Is life as we know it a God-given thing or merely the product of chance? The argument over the nature of life raged through the twentieth century, with anti-religious scientists insisting that the very idea of the existence of the soul is no more than unnecessary religious mysticism, a smokescreen that clouds the real issues. To other people the idea that ‘life’ is something more than a chance combination of chemicals is both true and essential to the maintenance of a civilised society. Controversy rages over the nature of life. Biotechnology – the technology of life – is a flashpoint in this tense debate, linked as it is to issues over abortion, natural foods and to the idea of scientists playing God. The discovery of the structure of DNA, which has only raised the temperature of this debate, has led to new technologies of diagnosis and manipulation. Sometimes the debate is framed in terms of tight scientific argument, while at other times the so-called ‘yuk’ factor makes us wonder about the ‘naturalness’ of transferring genes between species, or using cells from fertilised eggs to grow replacement organs.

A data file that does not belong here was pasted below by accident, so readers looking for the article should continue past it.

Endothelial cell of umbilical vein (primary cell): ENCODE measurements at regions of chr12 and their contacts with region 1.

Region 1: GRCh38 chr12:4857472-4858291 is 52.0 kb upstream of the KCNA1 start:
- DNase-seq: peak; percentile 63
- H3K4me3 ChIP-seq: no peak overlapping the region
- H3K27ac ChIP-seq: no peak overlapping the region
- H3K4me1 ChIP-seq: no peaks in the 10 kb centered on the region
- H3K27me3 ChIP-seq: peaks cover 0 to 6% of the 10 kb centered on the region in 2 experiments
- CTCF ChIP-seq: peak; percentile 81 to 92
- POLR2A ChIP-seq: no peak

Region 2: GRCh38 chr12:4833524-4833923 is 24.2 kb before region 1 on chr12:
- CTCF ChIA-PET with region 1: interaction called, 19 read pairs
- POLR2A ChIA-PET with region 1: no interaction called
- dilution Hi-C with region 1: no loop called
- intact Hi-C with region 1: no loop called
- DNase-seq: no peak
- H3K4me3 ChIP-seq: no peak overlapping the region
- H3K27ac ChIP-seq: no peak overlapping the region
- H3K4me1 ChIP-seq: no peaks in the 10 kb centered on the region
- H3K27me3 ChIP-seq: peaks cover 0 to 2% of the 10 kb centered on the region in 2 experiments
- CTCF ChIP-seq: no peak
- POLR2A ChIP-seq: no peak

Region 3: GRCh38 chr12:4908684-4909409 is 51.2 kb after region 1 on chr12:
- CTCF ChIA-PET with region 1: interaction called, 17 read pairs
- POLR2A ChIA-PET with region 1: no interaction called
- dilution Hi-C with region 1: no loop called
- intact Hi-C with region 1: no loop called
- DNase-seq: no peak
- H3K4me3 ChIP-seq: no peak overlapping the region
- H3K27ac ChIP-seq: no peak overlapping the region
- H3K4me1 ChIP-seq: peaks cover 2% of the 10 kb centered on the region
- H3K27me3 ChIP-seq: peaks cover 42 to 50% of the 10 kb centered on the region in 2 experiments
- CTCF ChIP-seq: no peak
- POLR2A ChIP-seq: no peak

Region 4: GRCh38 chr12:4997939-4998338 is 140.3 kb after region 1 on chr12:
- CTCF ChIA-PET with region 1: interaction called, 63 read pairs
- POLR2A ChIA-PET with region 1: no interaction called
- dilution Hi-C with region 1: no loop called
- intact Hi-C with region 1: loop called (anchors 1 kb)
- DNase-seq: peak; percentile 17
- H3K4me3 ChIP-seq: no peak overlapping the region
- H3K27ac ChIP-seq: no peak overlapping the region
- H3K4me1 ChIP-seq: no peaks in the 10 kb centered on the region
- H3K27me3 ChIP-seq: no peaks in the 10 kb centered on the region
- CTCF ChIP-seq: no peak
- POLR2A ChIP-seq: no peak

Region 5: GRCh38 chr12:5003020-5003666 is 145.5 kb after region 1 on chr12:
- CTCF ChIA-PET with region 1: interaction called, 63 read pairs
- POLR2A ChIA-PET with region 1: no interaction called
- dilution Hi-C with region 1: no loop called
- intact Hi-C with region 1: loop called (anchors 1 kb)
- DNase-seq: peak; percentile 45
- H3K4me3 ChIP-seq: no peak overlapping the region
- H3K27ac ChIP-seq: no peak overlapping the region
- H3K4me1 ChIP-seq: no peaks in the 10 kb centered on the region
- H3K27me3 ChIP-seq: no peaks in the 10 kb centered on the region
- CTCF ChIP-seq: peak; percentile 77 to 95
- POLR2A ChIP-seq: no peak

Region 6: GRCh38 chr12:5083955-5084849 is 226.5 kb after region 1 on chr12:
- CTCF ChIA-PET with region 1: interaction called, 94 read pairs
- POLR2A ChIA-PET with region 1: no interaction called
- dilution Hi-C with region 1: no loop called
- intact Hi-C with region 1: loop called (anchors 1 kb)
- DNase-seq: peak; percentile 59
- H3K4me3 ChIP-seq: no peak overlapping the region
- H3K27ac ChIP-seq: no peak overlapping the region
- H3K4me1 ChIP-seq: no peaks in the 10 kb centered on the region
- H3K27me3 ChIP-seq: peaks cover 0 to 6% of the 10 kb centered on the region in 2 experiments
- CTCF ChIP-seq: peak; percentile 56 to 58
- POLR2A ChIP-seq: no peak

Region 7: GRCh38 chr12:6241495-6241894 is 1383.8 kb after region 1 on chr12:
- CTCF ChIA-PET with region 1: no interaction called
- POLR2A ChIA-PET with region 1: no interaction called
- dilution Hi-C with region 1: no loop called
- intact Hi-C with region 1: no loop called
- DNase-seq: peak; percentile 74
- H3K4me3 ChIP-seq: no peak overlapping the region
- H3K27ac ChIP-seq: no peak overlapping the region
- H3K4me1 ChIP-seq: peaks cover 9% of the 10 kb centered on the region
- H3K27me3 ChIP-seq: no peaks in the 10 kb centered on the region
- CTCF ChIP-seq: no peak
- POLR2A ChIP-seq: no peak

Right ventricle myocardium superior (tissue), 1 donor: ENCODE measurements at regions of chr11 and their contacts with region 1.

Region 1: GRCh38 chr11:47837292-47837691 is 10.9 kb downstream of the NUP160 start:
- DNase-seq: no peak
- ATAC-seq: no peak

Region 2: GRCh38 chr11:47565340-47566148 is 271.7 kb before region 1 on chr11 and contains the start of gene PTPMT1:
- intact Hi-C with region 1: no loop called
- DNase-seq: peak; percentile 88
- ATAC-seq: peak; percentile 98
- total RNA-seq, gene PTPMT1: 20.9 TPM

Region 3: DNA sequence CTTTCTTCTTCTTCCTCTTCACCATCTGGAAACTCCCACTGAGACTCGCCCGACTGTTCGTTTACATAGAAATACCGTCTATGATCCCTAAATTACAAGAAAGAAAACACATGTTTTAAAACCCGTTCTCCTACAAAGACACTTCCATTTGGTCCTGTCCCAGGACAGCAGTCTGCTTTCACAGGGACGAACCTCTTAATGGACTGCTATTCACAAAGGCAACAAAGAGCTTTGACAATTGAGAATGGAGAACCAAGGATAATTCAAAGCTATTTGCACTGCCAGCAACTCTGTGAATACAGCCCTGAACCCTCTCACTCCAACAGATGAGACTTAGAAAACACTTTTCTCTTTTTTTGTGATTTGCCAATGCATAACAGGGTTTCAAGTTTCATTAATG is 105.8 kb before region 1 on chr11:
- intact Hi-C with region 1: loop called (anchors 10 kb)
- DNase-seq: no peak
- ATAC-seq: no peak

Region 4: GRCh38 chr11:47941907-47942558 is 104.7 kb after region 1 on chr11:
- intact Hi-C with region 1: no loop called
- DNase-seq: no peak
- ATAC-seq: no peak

Differences over the nature of life were particularly vigorous at the time of the decoding of DNA in 1953. The arguments of that time have had their legacy in contemporary standoffs over genetic modification and cloning. > more
Biotechnology to make money out of life has caused heated argument since the 1970s. Cloning for money has given us the greatest ethical quandaries, as it is seen to challenge the specialness of the individual. > more
The writers C S Lewis (author of the Narnia books) and JRR Tolkien were staunch opponents of the reduction of life to chemicals. Lewis parodied his scientific colleagues mercilessly just at the time DNA was being sequenced. > more